Volume 38
September 15, 2014

A Weekly Aviation Career
Newsletter from Avjobs, Inc.

A Weekly Aviation Career Newsletter from Avjobs, Inc.
 
A Weekly Aviation Career Newsletter from Avjobs, Inc.
Aircraft Maintenance Technicians

Aircraft Maintenance Techs keep aircraft in peak operating condition

While AvjobsWeekly will soon cover specific aspects of aircraft maintenance, we wanted to provide you with an overview of a career as an aircraft maintenance technician. To keep aircraft in peak operating condition, aircraft and avionics equipment mechanics and service technicians perform scheduled maintenance; make repairs, and complete inspections required by the Federal Aviation Administration (FAA). Some mechanics work on one or many different types of aircraft, such as jets, propeller-driven airplanes, and helicopters. Others specialize in one section of a particular type of aircraft, such as the engine, hydraulics, or electrical system. Airframe mechanics are authorized to work on any part of the aircraft except the instruments, power plants, and propellers. Powerplant mechanics are authorized to work on engines and do limited work on propellers. Combination airframe-and-powerplant mechanics Called A&P mechanics Work on all parts of the plane except the instruments. Most mechanics working on civilian aircraft today are A&P mechanics. In small, independent repair shops, mechanics usually inspect and repair many different types of aircraft.

Avionics technicians repair and maintain components used for aircraft navigation and radio communications, weather radar systems, and other instruments and computers that control flight, engine, and other primary functions. These duties may require additional licenses, such as a radiotelephone license issued by the U.S. Federal Communications Commission (FCC). Because of the increasing use of technology, more time is spent repairing electronic systems, such as computerized controls.

Many aircraft mechanics specialize in preventive maintenance. They inspect aircraft engines, landing gear, instruments, pressurized sections, accessories and other parts of the aircraft. They do the necessary maintenance and replacement of parts. Technicians also maintain records related to the maintenance performed on the aircraft. Mechanics and technicians conduct inspections following a schedule based on the number of hours the aircraft has flown, calendar days since the last inspection, cycles of operation, or a combination of these factors.

Finding Solutions
In large, sophisticated planes equipped with aircraft monitoring systems, mechanics can gather valuable diagnostic information from onboard computers that monitor the aircraft's basic operations. Aircraft mechanics also examine engines by working through specially designed openings while standing on ladders or scaffolds or by using hoists or lifts to remove the entire engine from the craft. After taking an engine apart, mechanics use precision instruments to measure parts for wear and use x-ray and magnetic inspection equipment to check for invisible cracks. They repair or replace worn or defective parts. Mechanics also may repair sheet metal or composite surfaces; measure the tension of control cables; and check for corrosion, distortion, and cracks in the fuselage, wings, and tail. After completing all repairs, they must test the equipment to ensure that it works properly.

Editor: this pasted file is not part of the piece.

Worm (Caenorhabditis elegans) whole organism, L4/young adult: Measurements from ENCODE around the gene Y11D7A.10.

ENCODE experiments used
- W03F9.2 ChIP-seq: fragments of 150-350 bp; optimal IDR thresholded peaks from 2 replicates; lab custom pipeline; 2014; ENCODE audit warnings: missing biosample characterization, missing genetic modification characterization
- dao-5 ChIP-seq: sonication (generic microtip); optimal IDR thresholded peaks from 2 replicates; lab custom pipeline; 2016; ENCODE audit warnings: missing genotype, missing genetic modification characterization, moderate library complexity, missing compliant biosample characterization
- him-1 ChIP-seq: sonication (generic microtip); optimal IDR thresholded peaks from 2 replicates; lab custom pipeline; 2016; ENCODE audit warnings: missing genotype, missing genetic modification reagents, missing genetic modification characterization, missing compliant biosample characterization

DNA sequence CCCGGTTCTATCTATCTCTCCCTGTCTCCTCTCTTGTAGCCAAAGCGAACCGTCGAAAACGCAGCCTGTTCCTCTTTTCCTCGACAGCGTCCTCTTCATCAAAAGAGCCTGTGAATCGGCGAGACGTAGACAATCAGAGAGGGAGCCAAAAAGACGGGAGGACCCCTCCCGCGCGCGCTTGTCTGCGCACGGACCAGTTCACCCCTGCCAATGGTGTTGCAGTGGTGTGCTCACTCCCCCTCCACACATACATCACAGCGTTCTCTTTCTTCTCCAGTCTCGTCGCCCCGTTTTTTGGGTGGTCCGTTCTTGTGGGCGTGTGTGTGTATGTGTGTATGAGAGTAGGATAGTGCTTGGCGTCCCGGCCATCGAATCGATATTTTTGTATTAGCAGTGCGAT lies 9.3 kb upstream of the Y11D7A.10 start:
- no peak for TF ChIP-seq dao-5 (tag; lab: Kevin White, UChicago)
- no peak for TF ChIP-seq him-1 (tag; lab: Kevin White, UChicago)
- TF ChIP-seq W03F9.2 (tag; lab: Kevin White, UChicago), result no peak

Mechanics specializing in repair work rely on the pilot's description of a problem to find and fix faulty equipment. For example, during a preflight check, a pilot may discover that the aircraft's fuel gauge does not work. To solve the problem, mechanics may troubleshoot the electrical system, using electrical test equipment to make sure that no wires are broken or shorted out, and replace any defective electrical or electronic components. Mechanics work as fast as safety permits so that the aircraft can be put back into service quickly.

Work Conditions/Training
The work requires constant exposure to outdoor conditions and loud jet engines, resulting in high turnover. Most work is performed outside in all types of weather, and ear plugs are usually necessary because of aircraft engine noise. Those aspiring to be an Aircraft Maintenance Technician need to complete rigorous technical training in Airframe and Powerplant technologies or at least 30 months of experience. Once the training is completed, the trainee then takes and passes an FAA oral and written exam. Upon successful completion of the FAA exams, the recipient is awards a Federal Aviation Administration (FAA) certificate.

A Day In The Life
Cargo flights also need ground handling and our video partner provides us with a video look at technicians in action at an aircraft maintenance facility that caters to small to medium sized commercial jets. Watch the team in action on a Boeing 737. Read more about Aircraft Maintenance Technicians at www.avjobs.com

 

Stay connected to us - and get so much more - with the Avjobs - Aviation Industry Employment Toolbar!
Stay connected to us - and get so much more - with the Avjobs - Aviation Industry Employment Community Toolbar!

Home | Search Jobs | Post Jobs | Aviation Schools | Aviation Salary | Job of the Week
Site Map | Free Toolbar | Aviation Careers | Students | Employer Services |
 Copyright 2006-2014 Avjobs, Inc.
All rights reserved.

  Push 2 Check